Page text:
Ben was the primary motivator for the visit. When we went there 3 years ago he refused to ride in the canoe because he was afraid of falling out. I spent the entire time walking the trail with him while Shira went canoeing with my cousin, Janene, and the other homeschoolers. He figured that he would enjoy canoeing now as he has enough balance skills and has lost his fear of water
Last year Ben became proficient in the water and a few weeks ago he finally agreed to learn to ride his bike without training wheels. Now he can't understand why he was so scared of falling off his bike for so long. I almost wish he'd stayed scared because he is a holy terror on both his bike and scooter. Every day sees him trying a new trick. Yesterday he was scooting while pretending to be a cossack dancer. I've had to convince the kids that riding their bikes with no hands and eyes closed is a recipe for disaster, and is not a fancy trick.
Anyway, Ben no longer fears swings, bikes, canoes or anything that challenges his vestibular system, so it was off to Merchant's Millpond for a guided canoeing trip by Ranger Jane.
The 760-acre millpond is more than 190 years old and has developed into complex, mature ecosystems. Towering bald cypress and tupelo gum trees, displaying growths of Spanish moss and resurrection ferns, shade the pond's dark, acidic waters. Numerous species of aquatic plants, such as the floating yellow cow lily and the submerged coontail, thrive in the pond. A red and green layer of floating duckweeds and water fern often covers the water's surface. Moved about by wind and current, these floating mats create a changing mosaic of colors and patterns
At the upper end of the millpond is Lassiter Swamp, an ecological wonderland containing remnants of an ancient bald cypress swamp — an eerie "enchanted forest" worthy of a fairy tale. Mistletoe has twisted and gnarled the trunks and branches of tupelo gum into fantastic shapes. Surrounding the aquatic communities is an unspoiled wilderness. Stands of American beech highlight a mixture of pine and hardwood forests.
The diverse habitats in the park support a variety of animals. Wetland wildlife is particularly abundant. Frogs thrive in the aquatic environment of the millpond, and spring and summer rains bring a mixed chorus of carpenter frogs, leopard frogs, bull frogs, cricket frogs and species of tree frogs. Several species of pond turtles, often called cooters or sliders, bask on warm logs and stumps while the snapping turtle makes easy prey of other aquatic creatures. Water snakes are plentiful. Most of them are harmless, but the venomous cottonmouth is also present. Treat any encounter with a snake with caution and respect.
In addition to game fish, two primitive species of fish — the long-nosed gar and the bowfin — inhabit the millpond. These interesting species have remained relatively unchanged for millions of years. Both the gar and the bowfin are large and important predators in the blackwater habitats of the coastal plain.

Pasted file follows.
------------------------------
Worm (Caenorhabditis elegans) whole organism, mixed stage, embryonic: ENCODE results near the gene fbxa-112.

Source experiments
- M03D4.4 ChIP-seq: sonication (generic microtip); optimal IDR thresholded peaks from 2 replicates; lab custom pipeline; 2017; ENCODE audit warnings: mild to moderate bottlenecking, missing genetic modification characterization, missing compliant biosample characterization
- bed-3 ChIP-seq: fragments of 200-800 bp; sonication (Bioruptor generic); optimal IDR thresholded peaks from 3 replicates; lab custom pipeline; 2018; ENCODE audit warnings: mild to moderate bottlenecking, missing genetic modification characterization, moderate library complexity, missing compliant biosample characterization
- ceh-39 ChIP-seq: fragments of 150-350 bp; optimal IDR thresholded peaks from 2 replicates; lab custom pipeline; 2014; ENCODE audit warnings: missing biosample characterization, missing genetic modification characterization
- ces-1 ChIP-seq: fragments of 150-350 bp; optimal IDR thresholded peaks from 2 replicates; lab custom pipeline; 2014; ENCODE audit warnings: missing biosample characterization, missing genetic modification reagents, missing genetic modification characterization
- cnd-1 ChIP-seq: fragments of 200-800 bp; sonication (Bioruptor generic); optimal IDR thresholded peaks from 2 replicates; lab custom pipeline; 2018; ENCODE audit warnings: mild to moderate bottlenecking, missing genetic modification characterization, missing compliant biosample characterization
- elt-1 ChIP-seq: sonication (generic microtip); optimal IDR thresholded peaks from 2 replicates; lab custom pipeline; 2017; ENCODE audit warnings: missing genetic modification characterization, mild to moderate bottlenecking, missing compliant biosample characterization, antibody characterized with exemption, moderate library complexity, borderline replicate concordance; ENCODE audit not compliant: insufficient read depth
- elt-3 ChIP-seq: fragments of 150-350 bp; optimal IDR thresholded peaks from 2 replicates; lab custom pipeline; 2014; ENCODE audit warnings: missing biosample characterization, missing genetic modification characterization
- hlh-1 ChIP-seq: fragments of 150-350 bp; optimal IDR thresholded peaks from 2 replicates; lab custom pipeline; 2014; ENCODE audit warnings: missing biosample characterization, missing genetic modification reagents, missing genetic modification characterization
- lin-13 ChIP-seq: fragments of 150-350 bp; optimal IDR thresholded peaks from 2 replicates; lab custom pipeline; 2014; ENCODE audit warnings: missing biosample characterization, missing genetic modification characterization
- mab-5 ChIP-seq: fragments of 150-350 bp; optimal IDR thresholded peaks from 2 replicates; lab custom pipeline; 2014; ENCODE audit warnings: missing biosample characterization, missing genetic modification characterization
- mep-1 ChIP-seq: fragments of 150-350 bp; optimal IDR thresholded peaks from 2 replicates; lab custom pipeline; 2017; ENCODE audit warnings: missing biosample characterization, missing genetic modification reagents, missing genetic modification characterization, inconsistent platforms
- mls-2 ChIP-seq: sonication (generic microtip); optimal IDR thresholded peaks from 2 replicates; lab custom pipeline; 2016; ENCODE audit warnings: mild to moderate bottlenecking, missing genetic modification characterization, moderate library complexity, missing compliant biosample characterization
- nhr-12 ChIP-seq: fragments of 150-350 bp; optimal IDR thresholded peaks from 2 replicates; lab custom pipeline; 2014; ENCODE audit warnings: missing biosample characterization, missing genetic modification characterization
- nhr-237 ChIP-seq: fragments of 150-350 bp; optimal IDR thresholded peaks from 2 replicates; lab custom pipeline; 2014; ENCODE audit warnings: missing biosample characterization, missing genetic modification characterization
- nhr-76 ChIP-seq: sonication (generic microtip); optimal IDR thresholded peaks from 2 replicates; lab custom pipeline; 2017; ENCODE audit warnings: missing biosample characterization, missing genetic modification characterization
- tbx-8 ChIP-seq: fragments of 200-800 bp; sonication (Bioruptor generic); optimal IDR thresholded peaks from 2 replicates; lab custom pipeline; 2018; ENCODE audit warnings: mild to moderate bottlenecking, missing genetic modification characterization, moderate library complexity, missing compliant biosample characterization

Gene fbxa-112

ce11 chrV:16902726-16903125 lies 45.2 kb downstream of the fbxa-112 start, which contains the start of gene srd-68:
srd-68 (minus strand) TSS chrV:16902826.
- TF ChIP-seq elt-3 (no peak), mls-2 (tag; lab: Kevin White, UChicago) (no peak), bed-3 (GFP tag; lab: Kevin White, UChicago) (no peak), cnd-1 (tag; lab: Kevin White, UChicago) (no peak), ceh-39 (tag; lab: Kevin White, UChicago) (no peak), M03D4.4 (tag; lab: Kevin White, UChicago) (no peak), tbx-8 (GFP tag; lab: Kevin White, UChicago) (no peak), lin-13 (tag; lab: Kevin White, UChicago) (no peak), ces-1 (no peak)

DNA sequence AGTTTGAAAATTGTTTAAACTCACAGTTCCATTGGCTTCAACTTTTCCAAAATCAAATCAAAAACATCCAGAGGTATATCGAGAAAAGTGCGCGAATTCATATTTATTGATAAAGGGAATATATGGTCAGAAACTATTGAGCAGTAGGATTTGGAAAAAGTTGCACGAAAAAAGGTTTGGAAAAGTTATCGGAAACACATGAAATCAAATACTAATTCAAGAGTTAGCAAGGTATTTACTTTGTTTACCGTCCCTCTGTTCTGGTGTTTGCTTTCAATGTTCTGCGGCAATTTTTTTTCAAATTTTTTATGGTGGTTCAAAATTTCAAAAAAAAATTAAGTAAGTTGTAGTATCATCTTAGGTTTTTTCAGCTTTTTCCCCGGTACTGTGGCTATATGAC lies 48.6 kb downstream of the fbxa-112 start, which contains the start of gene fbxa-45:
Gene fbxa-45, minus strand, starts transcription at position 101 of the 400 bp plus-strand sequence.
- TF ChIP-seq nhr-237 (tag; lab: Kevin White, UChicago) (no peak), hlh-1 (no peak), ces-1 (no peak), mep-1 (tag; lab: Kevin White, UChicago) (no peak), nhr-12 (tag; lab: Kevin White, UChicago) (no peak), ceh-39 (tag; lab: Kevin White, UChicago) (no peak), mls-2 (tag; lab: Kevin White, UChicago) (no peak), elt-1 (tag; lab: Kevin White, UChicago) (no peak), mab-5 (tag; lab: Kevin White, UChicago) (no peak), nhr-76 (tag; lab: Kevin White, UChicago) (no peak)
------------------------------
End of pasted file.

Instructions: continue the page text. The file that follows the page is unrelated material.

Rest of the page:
More than 200 species of birds, ranging from graceful egrets to turkeys and owls, have been recorded in the park. Spring and fall bring migrations of swamp warblers, parulas, prothonotaries and yellow-throated warblers. In winter, a variety of waterfowl stop by on their journey south. Lucky visitors may catch a glimpse of the beautiful hooded merganser, a small fish-eating duck whose males flaunt a magnificent black-bordered white crest. Pileated woodpeckers, barred owls, and red-shouldered hawks also enjoy the swamplands.
Paddling on the pond or creek is a great way to see several species of interesting mammals. Though beavers themselves are rarely encountered, dams, lodges, and teeth marks attest to their presence. Mink, river otter and bobcat are occasionally spotted. Deer, raccoons and opossums are also in residence. Bats roost in clumps of Spanish moss and are often visible at dusk when they dip to the surface of the pond to drink.
Our group getting ready to go out with Ranger Jane
I found that paddling with Ben was an interesting experience to say the least. Try as Shira and I might, we just couldn't get him to understand that paddling is a group effort and that he couldn't do things his way and not take head of what the other two people in the boat were doing. As luck would have it, Ben is hooked on canoeing and now wants to go kayaking closer to home. I need to find out if kids his age can go out in single kayaks. I'd love to go kayaking with the kids, but with each of us in our own kayaks.
After the guided trip was over, we had a picnic, then explored the park on our own.
Here are Ben and looking at interesting things
This was a great field trip and I highly recommend it to other area homeschoolers. We're planning on making this an annual event.